What is a Visual/ Spatial Learner
Train Tracks, Castles and Cityscapes: Visual/ Spatial Learner

The toddler is glued to a train track set, determined, day after day, past tears and tantrums, to force the pieces into a pattern that he can clearly see in his mind. Five years later, he assembles hundreds of tiny Lego pieces into amazing structures and action scenes.

In his tweens, having graduated to video games, he spends many hours in Minecraft building blocky pixelated castles with trapdoors and secret passageways. Eventually, he uses online photos to create a digital version of the Paris cityscape.

Some people think in images from a young age.  In Gardener’s system of multiple intelligences, they are called Visual / Spatial Learners (VSL) because they create mental pictures to remember the information they are learning. “A picture speaks a thousand words” is a saying tailor made for them.

Think Steve Jobs. After dropping out of college, he audited a calligraphy class and was fascinated by typefaces. When he decided to create a new computer, it had to be not just functional, but beautiful. Hence Apple’s revolutionary design ecosystem!

Is My Child A Visual / Spatial Learner?

VS kids tend to be easy to spot. Just remember that they may be equally gifted at several learning styles. Or not.  It’s good to test different strategies to find out how they absorb and retain information best.

In general, visual/spatial learners are the children taking things apart to see how they work, building modular dollhouses, reprogramming computers, completing advanced puzzles, and mastering Tetris style games. They may also be interested in the arts, music and drama.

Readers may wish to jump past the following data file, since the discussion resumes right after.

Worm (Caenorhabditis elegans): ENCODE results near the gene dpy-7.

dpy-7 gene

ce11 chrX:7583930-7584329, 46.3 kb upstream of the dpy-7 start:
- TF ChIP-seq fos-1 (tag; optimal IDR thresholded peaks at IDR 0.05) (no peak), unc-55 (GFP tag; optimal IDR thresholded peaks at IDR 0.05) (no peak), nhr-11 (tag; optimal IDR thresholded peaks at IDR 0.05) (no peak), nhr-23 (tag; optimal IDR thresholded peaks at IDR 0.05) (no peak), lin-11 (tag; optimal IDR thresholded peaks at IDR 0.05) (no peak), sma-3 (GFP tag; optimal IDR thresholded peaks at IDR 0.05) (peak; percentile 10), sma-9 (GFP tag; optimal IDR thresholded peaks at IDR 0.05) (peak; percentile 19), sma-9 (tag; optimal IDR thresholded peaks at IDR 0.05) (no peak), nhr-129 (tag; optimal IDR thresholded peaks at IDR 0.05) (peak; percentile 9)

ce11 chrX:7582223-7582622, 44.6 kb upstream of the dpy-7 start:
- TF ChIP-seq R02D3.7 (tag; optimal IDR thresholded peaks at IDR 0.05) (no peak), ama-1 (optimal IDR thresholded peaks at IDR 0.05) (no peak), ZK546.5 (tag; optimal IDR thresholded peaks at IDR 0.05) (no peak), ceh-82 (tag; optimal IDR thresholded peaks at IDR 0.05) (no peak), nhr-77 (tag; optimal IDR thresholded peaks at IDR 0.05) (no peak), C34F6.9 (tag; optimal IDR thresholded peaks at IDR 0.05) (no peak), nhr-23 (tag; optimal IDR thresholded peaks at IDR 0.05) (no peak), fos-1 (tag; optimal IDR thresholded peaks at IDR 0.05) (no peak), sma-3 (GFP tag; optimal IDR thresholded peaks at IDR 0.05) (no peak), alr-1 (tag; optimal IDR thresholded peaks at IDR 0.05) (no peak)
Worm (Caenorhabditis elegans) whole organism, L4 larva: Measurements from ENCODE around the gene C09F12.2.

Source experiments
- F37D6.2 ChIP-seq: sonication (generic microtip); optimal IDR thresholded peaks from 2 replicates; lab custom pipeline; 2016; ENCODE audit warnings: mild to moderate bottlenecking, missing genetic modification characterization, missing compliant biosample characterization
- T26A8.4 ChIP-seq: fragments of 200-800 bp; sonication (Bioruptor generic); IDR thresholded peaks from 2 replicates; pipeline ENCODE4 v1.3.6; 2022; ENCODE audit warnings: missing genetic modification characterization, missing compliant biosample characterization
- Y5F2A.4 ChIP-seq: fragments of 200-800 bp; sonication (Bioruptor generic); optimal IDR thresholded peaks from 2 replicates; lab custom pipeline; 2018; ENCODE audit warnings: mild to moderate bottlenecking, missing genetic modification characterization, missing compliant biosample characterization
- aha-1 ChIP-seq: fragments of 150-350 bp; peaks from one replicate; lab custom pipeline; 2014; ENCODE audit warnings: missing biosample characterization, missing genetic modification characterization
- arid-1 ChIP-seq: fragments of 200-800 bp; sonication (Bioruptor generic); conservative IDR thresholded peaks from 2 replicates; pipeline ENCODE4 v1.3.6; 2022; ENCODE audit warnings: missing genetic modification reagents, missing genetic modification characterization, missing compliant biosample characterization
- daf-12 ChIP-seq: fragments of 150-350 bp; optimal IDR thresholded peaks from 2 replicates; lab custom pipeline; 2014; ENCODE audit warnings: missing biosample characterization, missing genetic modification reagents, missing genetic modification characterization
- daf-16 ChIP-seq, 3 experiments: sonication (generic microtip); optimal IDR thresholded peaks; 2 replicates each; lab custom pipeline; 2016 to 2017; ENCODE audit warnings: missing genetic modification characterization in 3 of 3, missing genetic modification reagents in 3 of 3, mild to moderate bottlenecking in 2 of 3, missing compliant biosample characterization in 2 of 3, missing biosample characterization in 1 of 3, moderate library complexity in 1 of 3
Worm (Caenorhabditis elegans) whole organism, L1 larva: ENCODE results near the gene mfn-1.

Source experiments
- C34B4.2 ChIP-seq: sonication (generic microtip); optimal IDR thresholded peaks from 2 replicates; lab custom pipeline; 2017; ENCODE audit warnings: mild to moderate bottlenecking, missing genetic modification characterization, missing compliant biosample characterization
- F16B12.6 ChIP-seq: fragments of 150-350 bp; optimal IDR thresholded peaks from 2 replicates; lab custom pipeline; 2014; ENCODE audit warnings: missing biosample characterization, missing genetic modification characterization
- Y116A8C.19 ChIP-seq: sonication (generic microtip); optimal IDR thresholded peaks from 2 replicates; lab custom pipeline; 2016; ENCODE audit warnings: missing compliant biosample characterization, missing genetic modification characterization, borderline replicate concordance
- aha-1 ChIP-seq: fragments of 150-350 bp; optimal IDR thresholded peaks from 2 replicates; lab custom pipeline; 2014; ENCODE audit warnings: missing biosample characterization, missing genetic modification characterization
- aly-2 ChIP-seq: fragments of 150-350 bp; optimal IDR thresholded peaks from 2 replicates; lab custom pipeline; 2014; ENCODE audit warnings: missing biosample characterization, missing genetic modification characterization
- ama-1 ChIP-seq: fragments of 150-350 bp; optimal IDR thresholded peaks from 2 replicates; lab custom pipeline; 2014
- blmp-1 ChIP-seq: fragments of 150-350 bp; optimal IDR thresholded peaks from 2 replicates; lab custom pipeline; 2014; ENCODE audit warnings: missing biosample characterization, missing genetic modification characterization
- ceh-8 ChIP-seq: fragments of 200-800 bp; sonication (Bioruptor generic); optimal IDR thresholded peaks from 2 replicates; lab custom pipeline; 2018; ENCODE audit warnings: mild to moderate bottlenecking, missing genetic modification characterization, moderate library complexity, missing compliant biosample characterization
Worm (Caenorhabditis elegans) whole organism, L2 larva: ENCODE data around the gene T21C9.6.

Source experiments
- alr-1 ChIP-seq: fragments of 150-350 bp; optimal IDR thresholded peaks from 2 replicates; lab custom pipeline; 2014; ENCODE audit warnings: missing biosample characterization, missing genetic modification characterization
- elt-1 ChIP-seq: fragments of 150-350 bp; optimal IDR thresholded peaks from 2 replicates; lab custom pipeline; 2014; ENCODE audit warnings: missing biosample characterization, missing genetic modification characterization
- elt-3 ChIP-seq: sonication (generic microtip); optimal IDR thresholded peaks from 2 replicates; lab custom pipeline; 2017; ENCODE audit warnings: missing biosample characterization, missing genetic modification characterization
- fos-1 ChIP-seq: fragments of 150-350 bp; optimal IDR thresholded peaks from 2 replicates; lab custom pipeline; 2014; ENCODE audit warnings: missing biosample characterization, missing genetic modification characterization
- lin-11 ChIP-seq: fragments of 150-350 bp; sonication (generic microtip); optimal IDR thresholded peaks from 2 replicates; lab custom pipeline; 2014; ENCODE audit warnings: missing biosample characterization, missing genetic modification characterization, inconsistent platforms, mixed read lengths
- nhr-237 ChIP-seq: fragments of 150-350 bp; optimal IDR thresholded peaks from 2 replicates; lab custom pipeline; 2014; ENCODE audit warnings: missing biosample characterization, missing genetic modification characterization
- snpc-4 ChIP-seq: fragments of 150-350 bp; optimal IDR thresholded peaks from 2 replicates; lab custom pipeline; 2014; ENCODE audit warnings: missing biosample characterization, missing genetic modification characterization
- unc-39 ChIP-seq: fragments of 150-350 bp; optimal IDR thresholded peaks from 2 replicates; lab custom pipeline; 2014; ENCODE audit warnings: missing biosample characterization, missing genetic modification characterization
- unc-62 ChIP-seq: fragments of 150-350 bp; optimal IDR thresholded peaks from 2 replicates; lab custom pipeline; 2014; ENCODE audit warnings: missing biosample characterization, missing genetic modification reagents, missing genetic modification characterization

People who have “photographic memories” are often spatial learners and can remember faces or facts as long as they saw them either in person or on video.

Due to social media and our ever-increasing reliance on screens, communication is more visual these days. As digital natives, young kids gravitate to digital tools no matter what their other preferences. Ditto for learning. So the following strategies and approaches may be helpful to all learners to some extent!

How Do I Help my VS Child Learn?

Traditional schooling techniques such as drill work, repetition, and rote memorization don’t work best for a VSL. Standardized tests, with their focus on verbal and math skills, often miss spatial ability.  In fact, VSL kids may struggle in traditional school settings, unless they have strongly developed verbal or math skills.  

To help them at home, the basic idea is to work with images. VSL kids think in pictures and need to create mental pictures in order to remember the information.

This is easier said than done if you are not a visual-spatial learner, but a little planning can go a long way.  The tricky part is that your VSL child can get the big idea quite clearly.  But they often miss the little things.  They are not good at compartmentalizing the subject to smaller bits and pieces of information.

So make ample use of visuals. Screens, whiteboards, chalkboards, colorful maps.  Videos.